4. Tree shaking has been mentioned many times on the page, but the moment a developer uses a scroll-based effect JQuery plugin or starts requiring DOM to be rendered through complex javascript, they are not only doing so because the architecture of the framework has inspired them to do so, but because the design of those libraries tell developers they don’t have to understand what the framework is doing. The problem is multitudinous, just like the justifications that you think relieve the developers of their agency in their decisions.
                              1. 3

                                Counter-question: have you ever in your life been employed to write client-side Javascript and the requirements didn’t list experience in one of JQuery, React, or Angular?

                                Not the person you were asking, but yes, I have. Back when we called this stuff “DHTML”, and lamented that too many people copy/pasted snippets of JavaScript without understanding what they did.

                                because the design of those libraries tell developers they don’t have to understand what the framework is doing

                                There is no “bare metal” anymore. There is nobody who genuinely understands the entire stack anymore, and probably only a handful of people who even understand any single layer of it.

                                Once, nearly two decades ago, I used to think I did, but even then it turned out I really didn’t. Everything from the JS library/framework to the language runtime to the browser itself to the operating system to the CPU it’s running on is full of too much deep magic for any one person to understand even with a lifetime to study it all. We are at the “if you want to make a pie from scratch, first you have to create the universe” stage.

                                1. 1

                                  I mean, I wouldn’t equate the need for web developers to at the very least know the actual Javascript DOM API’s to a fancy for trying to understand “the entire stack” down to bare metal.

                      2. 11

                        I’m not dismissing them because they posted on medium! I’m not dismissing them because they complained about web performance on medium. I’m dismissing them because they say web devs are “an army of McDonalds line order cooks who fancy themselves as Michelin star chefs” on medium. If you’re going to be that contemptuous of web devs, you should at least show an iota of self-awareness about where you’re posting.

                        1. 12

                          1.2 MB transferred, 16.84s. That’s with an adblocker.

                          No, they are not allowed to complain. A blog post this length easily fits in 200kb, with the worst CSS framework imaginable included, 10kb would probabaly be possible.

                          1. 12

                            They can complain all they like. I agree completely that Medium is a technologically subpar and gluttonous medium, but there are clearly non-technical reasons to use it, which (as evidenced) many people feel outweigh its shortcomings.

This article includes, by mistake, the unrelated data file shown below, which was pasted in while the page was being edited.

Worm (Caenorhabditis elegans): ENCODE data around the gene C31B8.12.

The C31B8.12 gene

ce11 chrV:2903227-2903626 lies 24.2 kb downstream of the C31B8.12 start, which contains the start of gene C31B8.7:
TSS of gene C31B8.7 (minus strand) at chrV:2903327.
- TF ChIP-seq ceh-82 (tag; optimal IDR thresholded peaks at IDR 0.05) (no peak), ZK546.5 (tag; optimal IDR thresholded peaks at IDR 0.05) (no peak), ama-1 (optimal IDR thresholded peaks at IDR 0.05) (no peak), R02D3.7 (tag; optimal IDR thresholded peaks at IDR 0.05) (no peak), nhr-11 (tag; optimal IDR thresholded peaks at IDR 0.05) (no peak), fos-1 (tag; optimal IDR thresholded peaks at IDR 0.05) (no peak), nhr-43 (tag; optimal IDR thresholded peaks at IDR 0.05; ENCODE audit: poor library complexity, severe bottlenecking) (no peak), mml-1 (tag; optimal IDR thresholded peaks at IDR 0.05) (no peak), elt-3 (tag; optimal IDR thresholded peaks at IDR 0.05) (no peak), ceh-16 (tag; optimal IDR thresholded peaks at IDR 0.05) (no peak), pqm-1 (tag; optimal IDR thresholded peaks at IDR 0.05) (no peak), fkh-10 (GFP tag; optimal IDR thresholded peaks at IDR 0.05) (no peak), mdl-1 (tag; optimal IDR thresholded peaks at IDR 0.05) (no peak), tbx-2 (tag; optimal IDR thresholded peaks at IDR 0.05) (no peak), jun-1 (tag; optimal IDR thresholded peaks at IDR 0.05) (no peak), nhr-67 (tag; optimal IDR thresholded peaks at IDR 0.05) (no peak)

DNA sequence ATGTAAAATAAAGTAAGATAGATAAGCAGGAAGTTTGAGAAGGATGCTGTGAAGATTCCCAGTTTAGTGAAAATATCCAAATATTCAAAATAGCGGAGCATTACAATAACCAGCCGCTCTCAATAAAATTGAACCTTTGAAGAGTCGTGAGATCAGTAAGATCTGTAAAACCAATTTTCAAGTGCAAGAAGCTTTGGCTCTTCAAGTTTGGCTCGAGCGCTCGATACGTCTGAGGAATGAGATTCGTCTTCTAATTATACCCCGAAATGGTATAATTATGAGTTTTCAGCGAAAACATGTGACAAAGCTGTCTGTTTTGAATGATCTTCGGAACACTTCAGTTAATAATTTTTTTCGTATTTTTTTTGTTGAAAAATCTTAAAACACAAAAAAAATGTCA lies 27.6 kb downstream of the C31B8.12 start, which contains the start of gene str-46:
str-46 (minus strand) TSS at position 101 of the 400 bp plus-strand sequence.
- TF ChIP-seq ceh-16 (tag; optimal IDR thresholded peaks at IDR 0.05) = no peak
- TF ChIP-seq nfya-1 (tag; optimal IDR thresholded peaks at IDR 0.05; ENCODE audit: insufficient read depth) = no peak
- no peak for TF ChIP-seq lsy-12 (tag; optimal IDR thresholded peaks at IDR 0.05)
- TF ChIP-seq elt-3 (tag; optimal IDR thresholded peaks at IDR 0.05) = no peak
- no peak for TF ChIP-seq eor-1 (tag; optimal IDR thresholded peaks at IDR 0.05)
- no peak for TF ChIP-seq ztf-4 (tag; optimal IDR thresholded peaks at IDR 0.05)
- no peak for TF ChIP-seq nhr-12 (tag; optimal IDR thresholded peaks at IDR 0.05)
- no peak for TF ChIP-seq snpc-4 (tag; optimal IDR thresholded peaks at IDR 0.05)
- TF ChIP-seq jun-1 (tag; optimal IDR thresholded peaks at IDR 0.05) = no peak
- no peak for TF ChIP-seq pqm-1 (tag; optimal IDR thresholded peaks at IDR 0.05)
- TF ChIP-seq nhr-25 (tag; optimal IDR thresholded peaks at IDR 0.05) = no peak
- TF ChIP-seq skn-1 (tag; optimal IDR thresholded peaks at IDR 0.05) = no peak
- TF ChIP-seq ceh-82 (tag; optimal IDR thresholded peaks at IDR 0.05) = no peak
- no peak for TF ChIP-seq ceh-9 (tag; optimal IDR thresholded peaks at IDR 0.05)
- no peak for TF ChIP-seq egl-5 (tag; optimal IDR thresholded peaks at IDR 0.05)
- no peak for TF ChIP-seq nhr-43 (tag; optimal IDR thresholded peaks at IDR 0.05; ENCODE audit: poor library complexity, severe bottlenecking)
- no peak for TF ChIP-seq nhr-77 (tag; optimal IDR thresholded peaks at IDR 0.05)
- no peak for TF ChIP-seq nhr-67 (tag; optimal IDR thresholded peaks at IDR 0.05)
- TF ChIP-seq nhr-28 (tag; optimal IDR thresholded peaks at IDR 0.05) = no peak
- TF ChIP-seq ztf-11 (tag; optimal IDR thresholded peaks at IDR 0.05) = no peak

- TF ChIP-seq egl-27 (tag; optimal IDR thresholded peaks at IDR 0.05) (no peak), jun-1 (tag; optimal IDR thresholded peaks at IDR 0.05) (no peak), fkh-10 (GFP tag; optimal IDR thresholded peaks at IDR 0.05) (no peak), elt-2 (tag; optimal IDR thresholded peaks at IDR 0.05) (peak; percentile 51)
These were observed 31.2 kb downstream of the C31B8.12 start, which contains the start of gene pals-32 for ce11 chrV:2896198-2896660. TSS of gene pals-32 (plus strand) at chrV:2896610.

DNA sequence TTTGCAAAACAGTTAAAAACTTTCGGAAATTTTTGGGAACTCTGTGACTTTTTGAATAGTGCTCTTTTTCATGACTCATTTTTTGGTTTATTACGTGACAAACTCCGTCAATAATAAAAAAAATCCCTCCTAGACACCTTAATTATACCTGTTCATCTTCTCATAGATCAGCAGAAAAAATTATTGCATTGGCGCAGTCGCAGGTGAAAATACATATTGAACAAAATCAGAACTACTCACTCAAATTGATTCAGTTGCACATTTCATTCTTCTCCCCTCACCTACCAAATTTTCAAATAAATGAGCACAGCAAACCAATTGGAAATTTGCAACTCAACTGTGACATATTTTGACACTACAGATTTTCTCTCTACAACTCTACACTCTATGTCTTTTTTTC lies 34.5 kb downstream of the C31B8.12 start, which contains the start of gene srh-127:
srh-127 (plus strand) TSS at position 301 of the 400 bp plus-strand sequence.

2. 4

                            I think it’s a form of whataboutism. Everyone lives in a glass house, so everyone should shut up and stop complaining, I guess.

                            It’s a really cheap put-down, and I’m with you that it’s a ridiculous dismissal.

                            1. 1

                              There are many that do not like medium. To read content posted on medium I use a proxy that will leave only the content. Application is a of 10 minutes effort and the result is good enough - https://github.com/husio/readium

                              Deploy your own instance or use https://readium-demo.herokuapp.com/@CM30/putting-devs-before-users-how-frameworks-destroyed-web-performance-6b2c2a506aab

                              1. 2

                                I think you’re correct to notice the mismatch in the medium and the message, but perhaps the channel was chosen specifically because the folks who may benefit most from the advice would read it on Medium instead of elsewhere.

                                1. 6

                                  If they were choosing Medium specifically for that reason, they should have used Medium as an example. There was an essay a while back that did that: it said “you have to read this on Medium” and timed the complaints about medium’s UX to the exact points those UX problems manifested. Anybody else know what I’m talking about? I’m having trouble tracking it down.

                                  1. 2

                                    That sounds like a slick way of making a point!

                                    1. 2

                                      Found it! https://lobste.rs/s/bn30zs/medium_is_poor_choice_for_blogging#c_udeux9

                                      Turns out we both commented on it, haha

                              2. 5

                                I am not sure why third party components (as opposed to “from scratch”) are blamed for page size. Isn’t the problem tree shaking? Using a big library for a single function is absolutely fine, there is no technical reason that should increase page size.

                                1. 1

                                  Not sure I understand your argument. Big libraries (presumably in javascript) require downloading said libraries. Each of which can be hundreds or thousands of KB.

                                  1. 5